Interview with Stephen Dziedzic – ABC News

  • Transcript, E&OE
Topics: COVID support to Papua New Guinea.
17 March 2021

STEPHEN DZIEDZIC: Zed Seselja, Minister for the Pacific, thanks very much for joining the ABC. The Prime Minister has obviously made a pretty significant announcement today. In particular, let's focus on the immediate: 8,000 doses of AstraZeneca vaccines going straight to PNG. When do you anticipate they'll arrive and exactly who will they go to? We're told frontline medical workers. Who is included in that?

MINISTER SESELJA: Yeah, look we would hope absolutely as soon as possible, so in the coming days. Obviously, we're working with the PNG Government to work on the absolute logistics of when they will be delivered. But those 8,000 doses that will go immediately would go to frontline health, so particularly doctors and nurses and those who are obviously working in the hospitals in PNG and dealing with COVID on a regular basis. So they will be the priority, because we need that health workforce, PNG needs that health workforce to be protected from COVID. We don't want to obviously see an outbreak amongst health workers, because that would make it so much more difficult to deal with the outbreak as it unfolds. So really important we deliver this support urgently and the plan is over the coming days.

STEPHEN DZIEDZIC: Now is 8,000 enough? I mean I know you've always got to draw a line somewhere, but some people have suggested something like 20,000 might have been better to cover absolutely everyone at the frontlines. How did you land at that 8,000 figure?

MINISTER SESELJA: Well, 8,000 was obviously looking at – we’ve got around about 4,000 nurses in PNG, around about 500 doctors, and then obviously going beyond that. So no, it won't do absolutely all of the health workforce. I think the total health workforce is about 30,000, but what we're also doing is obviously working to get a lot more doses coming into PNG very soon, working on the one million AstraZeneca doses that we have contracted, and our message to the Europeans is that we've contracted for these doses. We've paid for them. Obviously, they've expressed concerns about the need in Australia versus the need in Europe, but we would say we're going to gift these to Papua New Guinea. And Papua New Guinea, as a developing nation with perhaps greater challenges in dealing with COVID than other advanced nations, absolutely needs these doses. And we would say to our European friends that we would want to see the doses flow into PNG as soon as possible.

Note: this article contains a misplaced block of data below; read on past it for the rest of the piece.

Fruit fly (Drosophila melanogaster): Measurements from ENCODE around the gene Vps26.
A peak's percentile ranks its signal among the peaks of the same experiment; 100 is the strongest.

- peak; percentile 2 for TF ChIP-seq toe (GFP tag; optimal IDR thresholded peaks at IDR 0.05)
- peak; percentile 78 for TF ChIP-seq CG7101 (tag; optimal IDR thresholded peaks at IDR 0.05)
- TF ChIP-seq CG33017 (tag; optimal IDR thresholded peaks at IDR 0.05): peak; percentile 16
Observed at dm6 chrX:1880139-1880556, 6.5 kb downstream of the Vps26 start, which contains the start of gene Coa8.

STEPHEN DZIEDZIC: So that's an interesting tactic there as well, because obviously as you've mentioned, this argument in Europe has always been put about that Australia fundamentally doesn't need the vaccine. So you're turning it on its head here and saying: okay, maybe not. You can make that argument. Europe's in a much worse position than Australia, but PNG is arguably in a worse position than Europe. Is that essentially the argument you're making?

MINISTER SESELJA: Well there's two things. One, we maintain that if we contract for these doses, which we have and we pay for these doses, well we should be able to receive them. But, yes, the Europeans in some quarters have expressed the view that Australia doesn't need these doses as much as Europe. Well, the Papua New Guineans, obviously with an outbreak on their hands, which could become, I think, a very serious outbreak potentially, and obviously a nation that is still developing and has greater challenges in its health system, I would, argue than many parts of Europe would of course. And so there is a great need. And so absolutely, we think there's a strong moral argument. We would like to see it flow. It would be part of our support. It would be part of a broader package of support that we're delivering. And really, we're going for a number of different ways that we can obviously support Australians, to get vaccines, but also to support vaccines into our region in Papua New Guinea and beyond.